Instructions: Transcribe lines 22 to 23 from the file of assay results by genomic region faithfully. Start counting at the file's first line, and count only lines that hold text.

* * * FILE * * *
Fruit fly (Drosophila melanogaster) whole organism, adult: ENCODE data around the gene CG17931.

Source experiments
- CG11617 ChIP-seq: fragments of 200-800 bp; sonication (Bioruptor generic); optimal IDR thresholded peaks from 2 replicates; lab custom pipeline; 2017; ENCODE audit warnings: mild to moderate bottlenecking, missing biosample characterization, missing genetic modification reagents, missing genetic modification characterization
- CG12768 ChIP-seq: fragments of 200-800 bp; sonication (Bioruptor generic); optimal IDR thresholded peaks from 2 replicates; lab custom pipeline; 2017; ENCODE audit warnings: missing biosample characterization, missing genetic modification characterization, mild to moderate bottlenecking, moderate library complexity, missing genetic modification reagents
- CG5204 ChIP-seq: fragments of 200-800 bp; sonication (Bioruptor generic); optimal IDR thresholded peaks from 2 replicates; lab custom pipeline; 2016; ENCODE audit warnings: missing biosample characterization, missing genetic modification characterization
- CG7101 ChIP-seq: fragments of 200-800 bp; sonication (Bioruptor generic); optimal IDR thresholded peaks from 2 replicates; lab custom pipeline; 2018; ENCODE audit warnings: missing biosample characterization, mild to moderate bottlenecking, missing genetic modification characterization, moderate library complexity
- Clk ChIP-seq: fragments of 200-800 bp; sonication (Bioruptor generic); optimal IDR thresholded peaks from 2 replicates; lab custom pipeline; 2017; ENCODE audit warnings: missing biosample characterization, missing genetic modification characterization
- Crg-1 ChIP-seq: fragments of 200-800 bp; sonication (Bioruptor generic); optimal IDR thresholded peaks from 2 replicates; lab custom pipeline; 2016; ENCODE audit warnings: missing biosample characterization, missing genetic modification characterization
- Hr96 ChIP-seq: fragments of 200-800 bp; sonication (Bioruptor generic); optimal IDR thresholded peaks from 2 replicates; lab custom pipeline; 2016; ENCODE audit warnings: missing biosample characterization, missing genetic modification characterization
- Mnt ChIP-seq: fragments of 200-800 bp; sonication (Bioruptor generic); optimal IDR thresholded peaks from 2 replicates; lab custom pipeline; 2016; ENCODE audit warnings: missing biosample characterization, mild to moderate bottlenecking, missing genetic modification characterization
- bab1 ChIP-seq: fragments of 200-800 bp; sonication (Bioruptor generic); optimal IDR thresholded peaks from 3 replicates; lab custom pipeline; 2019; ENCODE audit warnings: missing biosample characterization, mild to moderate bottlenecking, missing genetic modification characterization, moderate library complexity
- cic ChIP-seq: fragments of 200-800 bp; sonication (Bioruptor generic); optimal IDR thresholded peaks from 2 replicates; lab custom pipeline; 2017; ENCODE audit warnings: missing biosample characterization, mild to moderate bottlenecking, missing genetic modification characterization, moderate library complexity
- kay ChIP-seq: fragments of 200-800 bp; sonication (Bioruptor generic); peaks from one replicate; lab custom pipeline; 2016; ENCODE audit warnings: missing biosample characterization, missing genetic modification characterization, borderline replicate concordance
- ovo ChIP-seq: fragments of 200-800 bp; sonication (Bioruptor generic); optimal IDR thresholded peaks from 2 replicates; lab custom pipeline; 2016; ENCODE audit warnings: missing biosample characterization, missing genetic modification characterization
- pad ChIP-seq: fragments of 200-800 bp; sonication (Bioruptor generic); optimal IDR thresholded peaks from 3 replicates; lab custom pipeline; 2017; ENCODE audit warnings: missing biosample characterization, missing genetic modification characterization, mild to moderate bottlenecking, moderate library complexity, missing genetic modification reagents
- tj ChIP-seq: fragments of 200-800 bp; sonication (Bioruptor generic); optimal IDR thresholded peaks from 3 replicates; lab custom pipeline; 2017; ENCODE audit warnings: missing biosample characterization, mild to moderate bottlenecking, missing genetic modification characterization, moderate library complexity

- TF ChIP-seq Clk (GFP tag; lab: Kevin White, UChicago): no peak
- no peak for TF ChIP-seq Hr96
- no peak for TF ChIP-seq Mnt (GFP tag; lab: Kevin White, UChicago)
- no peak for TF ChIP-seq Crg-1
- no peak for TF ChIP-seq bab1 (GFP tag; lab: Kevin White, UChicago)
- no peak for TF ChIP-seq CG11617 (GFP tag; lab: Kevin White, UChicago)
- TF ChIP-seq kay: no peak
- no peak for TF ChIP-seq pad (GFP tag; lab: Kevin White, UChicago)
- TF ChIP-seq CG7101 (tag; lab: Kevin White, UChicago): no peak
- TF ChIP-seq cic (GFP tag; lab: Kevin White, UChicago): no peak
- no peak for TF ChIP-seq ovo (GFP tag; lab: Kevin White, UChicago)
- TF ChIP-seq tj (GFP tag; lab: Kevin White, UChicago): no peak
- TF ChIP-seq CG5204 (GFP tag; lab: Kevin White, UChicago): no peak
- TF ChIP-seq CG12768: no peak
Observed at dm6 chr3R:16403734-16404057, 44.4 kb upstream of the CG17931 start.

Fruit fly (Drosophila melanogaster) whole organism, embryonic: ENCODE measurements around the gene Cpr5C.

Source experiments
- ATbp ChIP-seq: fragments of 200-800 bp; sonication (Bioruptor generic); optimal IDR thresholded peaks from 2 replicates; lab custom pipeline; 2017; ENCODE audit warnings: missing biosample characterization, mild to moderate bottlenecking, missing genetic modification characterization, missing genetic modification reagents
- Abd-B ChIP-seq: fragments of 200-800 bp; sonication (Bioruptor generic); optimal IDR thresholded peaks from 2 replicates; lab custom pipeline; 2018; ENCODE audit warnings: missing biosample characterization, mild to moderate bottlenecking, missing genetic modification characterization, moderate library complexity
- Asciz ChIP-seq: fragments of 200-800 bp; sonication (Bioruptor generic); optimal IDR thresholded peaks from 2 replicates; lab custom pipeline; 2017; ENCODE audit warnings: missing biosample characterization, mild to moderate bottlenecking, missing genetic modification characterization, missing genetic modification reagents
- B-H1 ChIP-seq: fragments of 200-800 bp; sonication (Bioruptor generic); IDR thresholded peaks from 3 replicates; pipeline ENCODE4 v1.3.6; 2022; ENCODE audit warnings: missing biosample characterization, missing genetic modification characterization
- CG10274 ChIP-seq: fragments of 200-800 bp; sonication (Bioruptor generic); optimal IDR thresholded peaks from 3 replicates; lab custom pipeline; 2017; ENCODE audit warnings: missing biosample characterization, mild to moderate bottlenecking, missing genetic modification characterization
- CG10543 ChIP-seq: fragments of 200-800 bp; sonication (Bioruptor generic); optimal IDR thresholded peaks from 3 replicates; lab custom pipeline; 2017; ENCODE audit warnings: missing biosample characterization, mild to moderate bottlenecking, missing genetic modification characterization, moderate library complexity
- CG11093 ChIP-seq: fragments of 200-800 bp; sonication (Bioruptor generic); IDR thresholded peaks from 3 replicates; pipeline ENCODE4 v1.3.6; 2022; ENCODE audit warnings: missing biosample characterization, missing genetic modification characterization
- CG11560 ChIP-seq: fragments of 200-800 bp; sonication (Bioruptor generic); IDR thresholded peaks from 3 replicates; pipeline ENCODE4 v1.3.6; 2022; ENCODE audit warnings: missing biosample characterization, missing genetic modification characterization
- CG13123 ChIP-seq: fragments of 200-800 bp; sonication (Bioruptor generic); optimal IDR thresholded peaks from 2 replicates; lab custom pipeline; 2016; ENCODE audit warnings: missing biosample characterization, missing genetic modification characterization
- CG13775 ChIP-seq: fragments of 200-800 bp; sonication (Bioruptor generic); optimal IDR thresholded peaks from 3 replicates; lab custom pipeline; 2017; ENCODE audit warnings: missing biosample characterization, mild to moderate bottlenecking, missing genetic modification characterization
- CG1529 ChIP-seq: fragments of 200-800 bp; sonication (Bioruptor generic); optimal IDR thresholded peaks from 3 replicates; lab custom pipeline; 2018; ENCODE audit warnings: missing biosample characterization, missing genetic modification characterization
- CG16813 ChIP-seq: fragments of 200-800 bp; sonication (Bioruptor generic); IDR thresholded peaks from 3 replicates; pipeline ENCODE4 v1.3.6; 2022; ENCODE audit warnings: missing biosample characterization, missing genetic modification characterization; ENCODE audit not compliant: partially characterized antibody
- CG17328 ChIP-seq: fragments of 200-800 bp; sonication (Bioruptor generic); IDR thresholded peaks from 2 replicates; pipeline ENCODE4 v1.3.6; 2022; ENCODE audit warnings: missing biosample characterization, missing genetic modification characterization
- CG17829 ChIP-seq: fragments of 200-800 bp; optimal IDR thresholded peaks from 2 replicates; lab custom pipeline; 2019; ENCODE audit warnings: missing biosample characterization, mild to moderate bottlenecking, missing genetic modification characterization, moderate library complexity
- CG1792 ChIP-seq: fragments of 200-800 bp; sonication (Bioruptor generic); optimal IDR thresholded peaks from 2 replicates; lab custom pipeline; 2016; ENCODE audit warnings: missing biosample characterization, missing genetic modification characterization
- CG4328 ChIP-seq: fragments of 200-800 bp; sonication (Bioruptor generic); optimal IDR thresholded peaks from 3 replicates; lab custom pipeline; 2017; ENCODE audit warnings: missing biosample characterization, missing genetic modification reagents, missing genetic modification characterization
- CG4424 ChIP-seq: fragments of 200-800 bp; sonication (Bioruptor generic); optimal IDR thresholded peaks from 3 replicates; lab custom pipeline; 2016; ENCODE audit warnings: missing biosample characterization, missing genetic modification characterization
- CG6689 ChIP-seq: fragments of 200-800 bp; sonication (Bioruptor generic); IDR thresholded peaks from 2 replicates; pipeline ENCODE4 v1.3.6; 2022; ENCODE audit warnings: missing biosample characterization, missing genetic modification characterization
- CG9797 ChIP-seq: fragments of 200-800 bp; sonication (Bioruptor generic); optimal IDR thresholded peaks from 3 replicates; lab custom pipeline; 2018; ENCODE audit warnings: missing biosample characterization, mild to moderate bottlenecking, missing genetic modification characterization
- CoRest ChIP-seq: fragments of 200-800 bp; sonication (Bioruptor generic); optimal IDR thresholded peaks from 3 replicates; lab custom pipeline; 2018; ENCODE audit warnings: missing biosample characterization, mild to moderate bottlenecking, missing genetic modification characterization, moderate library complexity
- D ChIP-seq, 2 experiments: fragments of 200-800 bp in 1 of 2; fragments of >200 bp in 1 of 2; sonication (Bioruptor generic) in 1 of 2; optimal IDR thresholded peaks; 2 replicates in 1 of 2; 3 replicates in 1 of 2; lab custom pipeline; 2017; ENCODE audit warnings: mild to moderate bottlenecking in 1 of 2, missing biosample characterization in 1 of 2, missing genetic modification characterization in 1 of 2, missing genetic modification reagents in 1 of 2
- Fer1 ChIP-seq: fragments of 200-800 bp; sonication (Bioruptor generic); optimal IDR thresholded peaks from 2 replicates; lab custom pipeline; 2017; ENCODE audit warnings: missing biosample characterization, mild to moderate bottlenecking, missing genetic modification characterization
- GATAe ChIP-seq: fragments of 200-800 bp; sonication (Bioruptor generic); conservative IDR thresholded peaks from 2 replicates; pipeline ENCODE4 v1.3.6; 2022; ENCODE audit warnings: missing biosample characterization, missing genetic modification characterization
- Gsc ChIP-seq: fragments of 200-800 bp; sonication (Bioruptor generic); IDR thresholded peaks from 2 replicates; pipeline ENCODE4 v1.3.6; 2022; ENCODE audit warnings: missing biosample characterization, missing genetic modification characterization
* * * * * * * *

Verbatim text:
- no peak for TF ChIP-seq CG11617 (GFP tag; lab: Kevin White, UChicago)
- TF ChIP-seq kay: no peak